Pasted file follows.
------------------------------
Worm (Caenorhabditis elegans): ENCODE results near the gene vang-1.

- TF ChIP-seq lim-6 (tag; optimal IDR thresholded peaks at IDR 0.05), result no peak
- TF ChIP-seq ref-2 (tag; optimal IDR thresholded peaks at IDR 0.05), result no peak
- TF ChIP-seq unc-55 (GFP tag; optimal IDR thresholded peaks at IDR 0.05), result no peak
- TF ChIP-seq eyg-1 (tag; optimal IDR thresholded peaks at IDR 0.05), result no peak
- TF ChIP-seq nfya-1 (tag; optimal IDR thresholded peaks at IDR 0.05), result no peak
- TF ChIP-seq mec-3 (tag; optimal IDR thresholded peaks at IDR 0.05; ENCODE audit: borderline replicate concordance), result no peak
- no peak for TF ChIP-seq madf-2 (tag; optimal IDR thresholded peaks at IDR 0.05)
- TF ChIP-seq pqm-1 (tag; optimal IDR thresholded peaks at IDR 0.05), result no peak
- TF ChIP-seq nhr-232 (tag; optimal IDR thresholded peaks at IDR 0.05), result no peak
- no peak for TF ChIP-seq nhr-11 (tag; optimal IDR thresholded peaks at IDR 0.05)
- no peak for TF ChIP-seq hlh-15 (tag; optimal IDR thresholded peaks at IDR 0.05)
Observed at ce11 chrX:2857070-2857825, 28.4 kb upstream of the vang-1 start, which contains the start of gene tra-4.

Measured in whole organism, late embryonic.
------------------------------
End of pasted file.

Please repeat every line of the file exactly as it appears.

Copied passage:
Worm (Caenorhabditis elegans): ENCODE results near the gene vang-1.

- TF ChIP-seq lim-6 (tag; optimal IDR thresholded peaks at IDR 0.05), result no peak
- TF ChIP-seq ref-2 (tag; optimal IDR thresholded peaks at IDR 0.05), result no peak
- TF ChIP-seq unc-55 (GFP tag; optimal IDR thresholded peaks at IDR 0.05), result no peak
- TF ChIP-seq eyg-1 (tag; optimal IDR thresholded peaks at IDR 0.05), result no peak
- TF ChIP-seq nfya-1 (tag; optimal IDR thresholded peaks at IDR 0.05), result no peak
- TF ChIP-seq mec-3 (tag; optimal IDR thresholded peaks at IDR 0.05; ENCODE audit: borderline replicate concordance), result no peak
- no peak for TF ChIP-seq madf-2 (tag; optimal IDR thresholded peaks at IDR 0.05)
- TF ChIP-seq pqm-1 (tag; optimal IDR thresholded peaks at IDR 0.05), result no peak
- TF ChIP-seq nhr-232 (tag; optimal IDR thresholded peaks at IDR 0.05), result no peak
- no peak for TF ChIP-seq nhr-11 (tag; optimal IDR thresholded peaks at IDR 0.05)
- no peak for TF ChIP-seq hlh-15 (tag; optimal IDR thresholded peaks at IDR 0.05)
Observed at ce11 chrX:2857070-2857825, 28.4 kb upstream of the vang-1 start, which contains the start of gene tra-4.

Measured in whole organism, late embryonic.